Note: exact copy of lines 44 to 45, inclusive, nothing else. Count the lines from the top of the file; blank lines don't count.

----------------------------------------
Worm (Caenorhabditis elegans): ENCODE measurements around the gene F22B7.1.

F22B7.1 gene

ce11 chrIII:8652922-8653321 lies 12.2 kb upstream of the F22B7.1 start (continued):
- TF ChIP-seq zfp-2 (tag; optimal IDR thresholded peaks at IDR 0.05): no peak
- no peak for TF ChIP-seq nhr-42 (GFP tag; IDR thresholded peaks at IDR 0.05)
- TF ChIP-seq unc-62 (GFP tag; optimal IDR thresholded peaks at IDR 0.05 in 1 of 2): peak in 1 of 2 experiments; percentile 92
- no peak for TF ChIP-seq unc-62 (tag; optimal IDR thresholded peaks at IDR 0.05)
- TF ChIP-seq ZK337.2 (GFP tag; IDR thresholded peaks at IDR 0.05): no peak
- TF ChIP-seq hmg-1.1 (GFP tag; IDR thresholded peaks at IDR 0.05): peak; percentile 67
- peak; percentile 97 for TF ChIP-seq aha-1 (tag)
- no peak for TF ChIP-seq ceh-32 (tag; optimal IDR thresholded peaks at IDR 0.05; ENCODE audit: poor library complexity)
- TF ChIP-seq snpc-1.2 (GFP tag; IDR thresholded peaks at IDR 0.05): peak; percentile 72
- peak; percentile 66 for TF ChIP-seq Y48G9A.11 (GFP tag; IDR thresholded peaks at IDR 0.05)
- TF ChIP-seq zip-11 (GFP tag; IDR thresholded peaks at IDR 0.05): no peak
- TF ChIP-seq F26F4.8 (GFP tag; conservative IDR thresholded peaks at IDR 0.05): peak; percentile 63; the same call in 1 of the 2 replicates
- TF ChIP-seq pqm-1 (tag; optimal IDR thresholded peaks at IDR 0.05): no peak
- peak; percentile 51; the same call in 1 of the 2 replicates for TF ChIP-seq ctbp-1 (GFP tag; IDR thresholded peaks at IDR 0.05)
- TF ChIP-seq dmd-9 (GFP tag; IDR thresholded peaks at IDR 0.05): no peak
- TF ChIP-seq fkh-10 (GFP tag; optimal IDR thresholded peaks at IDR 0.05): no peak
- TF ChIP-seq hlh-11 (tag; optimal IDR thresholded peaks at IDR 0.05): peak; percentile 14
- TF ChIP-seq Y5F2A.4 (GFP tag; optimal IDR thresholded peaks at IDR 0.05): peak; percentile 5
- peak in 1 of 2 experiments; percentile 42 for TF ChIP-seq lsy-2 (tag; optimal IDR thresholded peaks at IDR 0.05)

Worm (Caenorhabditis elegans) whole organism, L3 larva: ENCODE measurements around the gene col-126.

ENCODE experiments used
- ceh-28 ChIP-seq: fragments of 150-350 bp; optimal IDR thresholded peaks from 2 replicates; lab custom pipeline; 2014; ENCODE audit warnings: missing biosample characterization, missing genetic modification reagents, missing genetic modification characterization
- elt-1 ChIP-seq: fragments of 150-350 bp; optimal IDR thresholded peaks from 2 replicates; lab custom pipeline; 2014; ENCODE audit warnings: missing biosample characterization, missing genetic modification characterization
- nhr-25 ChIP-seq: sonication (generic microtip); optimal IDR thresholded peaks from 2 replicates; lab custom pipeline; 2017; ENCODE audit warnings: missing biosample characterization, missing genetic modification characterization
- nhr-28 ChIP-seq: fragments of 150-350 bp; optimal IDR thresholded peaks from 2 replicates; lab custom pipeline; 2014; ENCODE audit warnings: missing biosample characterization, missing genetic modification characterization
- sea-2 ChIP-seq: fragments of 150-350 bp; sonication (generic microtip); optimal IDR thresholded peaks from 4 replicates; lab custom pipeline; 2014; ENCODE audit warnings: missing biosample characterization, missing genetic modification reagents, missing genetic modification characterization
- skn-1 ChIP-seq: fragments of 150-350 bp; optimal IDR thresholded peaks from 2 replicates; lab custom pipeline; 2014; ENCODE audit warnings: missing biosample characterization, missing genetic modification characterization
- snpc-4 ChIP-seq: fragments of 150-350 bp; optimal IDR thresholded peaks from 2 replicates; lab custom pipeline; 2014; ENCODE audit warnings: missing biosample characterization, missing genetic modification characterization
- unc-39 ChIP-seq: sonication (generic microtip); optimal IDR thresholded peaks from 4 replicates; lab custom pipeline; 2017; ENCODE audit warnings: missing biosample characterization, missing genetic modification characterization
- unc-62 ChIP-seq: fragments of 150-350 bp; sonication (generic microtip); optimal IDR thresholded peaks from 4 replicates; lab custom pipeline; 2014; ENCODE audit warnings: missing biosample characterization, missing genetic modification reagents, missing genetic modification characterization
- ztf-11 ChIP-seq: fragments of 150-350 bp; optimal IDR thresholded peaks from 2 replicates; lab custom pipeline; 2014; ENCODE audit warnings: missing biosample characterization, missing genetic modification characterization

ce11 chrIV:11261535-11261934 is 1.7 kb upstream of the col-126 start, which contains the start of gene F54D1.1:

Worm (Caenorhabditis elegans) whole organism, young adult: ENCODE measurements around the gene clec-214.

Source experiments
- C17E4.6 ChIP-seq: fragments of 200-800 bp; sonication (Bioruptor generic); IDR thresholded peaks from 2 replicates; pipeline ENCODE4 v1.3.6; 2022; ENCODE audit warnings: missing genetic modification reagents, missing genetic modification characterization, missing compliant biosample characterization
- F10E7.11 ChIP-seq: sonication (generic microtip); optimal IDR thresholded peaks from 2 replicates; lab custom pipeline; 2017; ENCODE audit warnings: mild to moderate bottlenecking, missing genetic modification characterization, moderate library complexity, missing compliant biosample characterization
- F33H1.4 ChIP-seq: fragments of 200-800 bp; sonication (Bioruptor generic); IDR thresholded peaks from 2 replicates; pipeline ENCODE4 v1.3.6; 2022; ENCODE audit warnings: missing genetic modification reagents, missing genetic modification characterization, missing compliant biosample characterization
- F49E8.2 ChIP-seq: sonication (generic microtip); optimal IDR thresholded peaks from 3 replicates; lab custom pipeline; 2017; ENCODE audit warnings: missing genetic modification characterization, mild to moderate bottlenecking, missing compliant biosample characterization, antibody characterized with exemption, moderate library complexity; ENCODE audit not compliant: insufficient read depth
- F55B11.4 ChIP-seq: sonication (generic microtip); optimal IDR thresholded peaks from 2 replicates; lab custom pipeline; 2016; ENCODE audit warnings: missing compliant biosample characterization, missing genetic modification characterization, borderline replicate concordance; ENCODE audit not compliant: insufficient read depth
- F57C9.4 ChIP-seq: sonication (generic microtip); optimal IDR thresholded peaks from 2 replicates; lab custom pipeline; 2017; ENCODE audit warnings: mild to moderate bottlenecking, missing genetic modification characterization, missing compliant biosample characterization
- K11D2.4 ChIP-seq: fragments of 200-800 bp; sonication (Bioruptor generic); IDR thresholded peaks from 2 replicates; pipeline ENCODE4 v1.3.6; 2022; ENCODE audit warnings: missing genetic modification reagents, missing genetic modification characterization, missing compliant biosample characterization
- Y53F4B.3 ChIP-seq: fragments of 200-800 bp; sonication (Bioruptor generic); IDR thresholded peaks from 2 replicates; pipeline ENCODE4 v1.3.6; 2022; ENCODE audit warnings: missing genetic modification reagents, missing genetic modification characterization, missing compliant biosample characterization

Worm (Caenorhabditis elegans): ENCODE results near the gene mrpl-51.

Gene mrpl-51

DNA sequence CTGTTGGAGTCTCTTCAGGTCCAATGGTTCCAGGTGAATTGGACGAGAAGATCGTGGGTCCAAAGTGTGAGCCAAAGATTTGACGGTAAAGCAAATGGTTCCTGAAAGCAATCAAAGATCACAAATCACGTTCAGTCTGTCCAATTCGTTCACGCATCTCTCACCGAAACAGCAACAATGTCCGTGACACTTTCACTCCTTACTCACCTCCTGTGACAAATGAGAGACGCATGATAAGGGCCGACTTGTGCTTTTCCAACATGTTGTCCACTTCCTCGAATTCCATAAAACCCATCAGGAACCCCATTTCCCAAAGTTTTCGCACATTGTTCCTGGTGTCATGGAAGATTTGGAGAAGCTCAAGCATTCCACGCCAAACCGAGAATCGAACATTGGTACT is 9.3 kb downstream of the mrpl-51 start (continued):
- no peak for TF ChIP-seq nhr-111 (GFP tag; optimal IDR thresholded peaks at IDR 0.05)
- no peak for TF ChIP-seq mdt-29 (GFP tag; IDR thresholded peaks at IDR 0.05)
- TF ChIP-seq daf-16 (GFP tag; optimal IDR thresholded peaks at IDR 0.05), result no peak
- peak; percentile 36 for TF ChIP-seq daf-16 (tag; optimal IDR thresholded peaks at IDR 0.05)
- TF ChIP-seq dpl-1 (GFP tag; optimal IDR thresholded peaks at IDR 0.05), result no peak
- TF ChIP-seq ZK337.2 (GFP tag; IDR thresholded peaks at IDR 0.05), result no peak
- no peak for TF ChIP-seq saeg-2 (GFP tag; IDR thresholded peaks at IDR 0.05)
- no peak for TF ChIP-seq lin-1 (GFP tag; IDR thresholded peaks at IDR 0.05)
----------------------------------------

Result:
- K11D2.4 ChIP-seq: fragments of 200-800 bp; sonication (Bioruptor generic); IDR thresholded peaks from 2 replicates; pipeline ENCODE4 v1.3.6; 2022; ENCODE audit warnings: missing genetic modification reagents, missing genetic modification characterization, missing compliant biosample characterization
- Y53F4B.3 ChIP-seq: fragments of 200-800 bp; sonication (Bioruptor generic); IDR thresholded peaks from 2 replicates; pipeline ENCODE4 v1.3.6; 2022; ENCODE audit warnings: missing genetic modification reagents, missing genetic modification characterization, missing compliant biosample characterization